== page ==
Mon, 04 Mar 2019
AN additional road crossing over the River Kennet, to the west of Newbury, is needed to alleviate congestion and pollution on the A339.
That was the view of West Berkshire Council’s chief executive Nick Carter, who has said the scheme was needed to ease the traffic flow at the three roundabouts along the road, which are operating “at capacity”.
These include the Burger King, Sainsbury’s and Robin Hood roundabouts.
He also conceded it “wouldn’t be easy” to get people in West Berkshire to give up using their cars.
Mr Carter made his comments at a networking conference on Wednesday, February 13, which was organised by the Thames Valley Chamber of Commerce.
Mr Carter was one of four panellists to speak at the Have Businesses Outgrown Newbury? breakfast event at the Donnington Valley Hotel.
When asked what was being done to minimise congestion in and around Newbury town centre, Mr Carter revealed that the proposed widening of the Robin Hood roundabout would help lessen the busy route’s “hour-glass” structure from traffic vertically accessing it from the north and south.
Mr Carter said: “The proposal at the Robin Hood is to effectively widen the Robin Hood, particularly for the traffic that is coming from the south and travelling east along the A4.
“There is a scheme ready to be implemented that will effectively widen the Robin Hood and create that capacity.
“The funding of it is linked to the approved at appeal housing development close to Vodafone.
“That development at the moment is not progressing.
“Once it progresses, we will have the funding to have that move forward.”
Mr Carter also shed light on the “longer-term issue” of building another crossing over the River Kennet, which he said would have to be located to the west of Newbury and built in conjunction with a housing development.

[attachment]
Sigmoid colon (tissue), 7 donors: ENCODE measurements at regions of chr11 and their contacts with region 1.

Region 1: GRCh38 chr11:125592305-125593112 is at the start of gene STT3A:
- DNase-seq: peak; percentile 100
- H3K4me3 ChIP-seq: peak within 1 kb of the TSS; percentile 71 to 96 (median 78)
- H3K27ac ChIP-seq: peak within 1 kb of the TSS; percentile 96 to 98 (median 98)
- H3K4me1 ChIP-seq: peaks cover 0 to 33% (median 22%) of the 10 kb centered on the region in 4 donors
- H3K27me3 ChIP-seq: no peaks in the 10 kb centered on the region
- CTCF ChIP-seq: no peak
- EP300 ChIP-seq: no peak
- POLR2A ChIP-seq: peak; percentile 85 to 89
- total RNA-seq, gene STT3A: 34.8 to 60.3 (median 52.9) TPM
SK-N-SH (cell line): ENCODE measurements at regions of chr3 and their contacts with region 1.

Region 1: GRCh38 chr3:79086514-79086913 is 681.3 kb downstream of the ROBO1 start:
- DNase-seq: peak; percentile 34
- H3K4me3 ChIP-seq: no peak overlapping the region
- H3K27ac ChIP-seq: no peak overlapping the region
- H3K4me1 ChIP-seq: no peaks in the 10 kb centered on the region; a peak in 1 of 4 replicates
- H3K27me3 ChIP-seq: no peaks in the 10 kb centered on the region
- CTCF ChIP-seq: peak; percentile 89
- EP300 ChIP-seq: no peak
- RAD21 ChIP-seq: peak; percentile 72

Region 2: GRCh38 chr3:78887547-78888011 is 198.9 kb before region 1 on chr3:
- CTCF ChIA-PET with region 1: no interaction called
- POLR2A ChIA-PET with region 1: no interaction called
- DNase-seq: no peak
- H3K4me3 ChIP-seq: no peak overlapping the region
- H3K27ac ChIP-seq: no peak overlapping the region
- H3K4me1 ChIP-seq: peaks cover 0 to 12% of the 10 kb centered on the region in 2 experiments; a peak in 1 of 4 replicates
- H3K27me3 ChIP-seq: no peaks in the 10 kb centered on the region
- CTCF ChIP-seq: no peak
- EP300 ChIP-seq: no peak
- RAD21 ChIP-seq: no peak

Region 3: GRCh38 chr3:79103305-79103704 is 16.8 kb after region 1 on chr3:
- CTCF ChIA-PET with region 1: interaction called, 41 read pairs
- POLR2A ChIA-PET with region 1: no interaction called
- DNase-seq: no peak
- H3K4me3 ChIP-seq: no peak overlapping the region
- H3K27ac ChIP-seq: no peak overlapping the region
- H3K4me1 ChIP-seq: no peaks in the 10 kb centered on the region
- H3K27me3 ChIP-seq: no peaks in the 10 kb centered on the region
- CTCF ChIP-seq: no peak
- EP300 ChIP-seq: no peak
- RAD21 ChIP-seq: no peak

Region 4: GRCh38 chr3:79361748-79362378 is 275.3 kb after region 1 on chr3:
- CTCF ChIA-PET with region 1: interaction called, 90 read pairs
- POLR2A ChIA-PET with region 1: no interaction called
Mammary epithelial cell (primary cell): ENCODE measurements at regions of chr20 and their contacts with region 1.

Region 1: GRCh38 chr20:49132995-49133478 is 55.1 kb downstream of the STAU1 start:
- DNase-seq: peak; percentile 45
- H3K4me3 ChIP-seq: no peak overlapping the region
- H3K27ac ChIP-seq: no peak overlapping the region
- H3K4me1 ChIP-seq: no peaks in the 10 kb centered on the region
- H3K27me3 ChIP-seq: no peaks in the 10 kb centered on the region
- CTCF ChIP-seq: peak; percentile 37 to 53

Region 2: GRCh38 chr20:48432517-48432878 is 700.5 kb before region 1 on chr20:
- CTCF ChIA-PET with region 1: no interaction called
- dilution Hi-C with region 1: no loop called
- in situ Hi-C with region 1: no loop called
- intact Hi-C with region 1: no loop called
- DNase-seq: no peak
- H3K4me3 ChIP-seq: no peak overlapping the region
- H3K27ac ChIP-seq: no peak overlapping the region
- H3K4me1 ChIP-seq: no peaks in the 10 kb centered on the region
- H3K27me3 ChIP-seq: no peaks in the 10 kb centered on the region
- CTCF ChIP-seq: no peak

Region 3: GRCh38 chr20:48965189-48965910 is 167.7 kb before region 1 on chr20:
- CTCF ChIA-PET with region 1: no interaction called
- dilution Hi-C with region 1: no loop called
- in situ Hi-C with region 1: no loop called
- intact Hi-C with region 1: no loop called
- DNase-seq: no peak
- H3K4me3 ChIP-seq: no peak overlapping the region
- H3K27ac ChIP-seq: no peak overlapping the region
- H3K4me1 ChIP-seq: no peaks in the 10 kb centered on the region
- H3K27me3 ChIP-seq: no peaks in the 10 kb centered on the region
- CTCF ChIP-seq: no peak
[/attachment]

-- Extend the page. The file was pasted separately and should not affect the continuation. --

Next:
A 2016 survey by West Berkshire Council identified the A339 as one of the town’s points where pollution thresholds of nitrogen dioxide – a colourless gas emitted from exhaust fumes – are sometimes exceeded.
Andover Road at Wash Common, Shaw Road, and Chapel Street in Thatcham were also highlighted as major pollution points.
The Burger King roundabout was also declared as an Air Quality Management Area.
The conference also heard from Rob Howes, a representative from Green Commute Initiative – a London-based social enterprise with a branch in Lambourn, which aims to get commuters out of cars and onto bikes.
Mr Howe asked what the council was doing to reduce car usage throughout the district.
In his response, Mr Carter was quick to acknowledge the affluent and rural nature of West Berkshire, where it is not uncommon to find up to five cars per household.
As well as increasing electric car points and the introduction of car clubs, Mr Carter also highlighted the £18m investment to upgrade Newbury railway station, which will include more spacious parking areas and facilities for cyclists, including a cycle hub.
But, at a time when a growing number of UK councils have already declared a “climate emergency” in their localities with a move to become carbon-neutral, the chief executive warned that a shift away from car usage in the district was not as straightforward as some might assume.
Mr Carter said: “West Berkshire and its residents love their cars.”
He added: “I think politically, certainly locally – perhaps nationally – the move towards low carbon and the whole fossil fuel debate is starting to come very much up the agenda.
“I think it’s been absent for the last few years.
“I wouldn’t want to underestimate the task of getting people out of cars in West Berkshire.”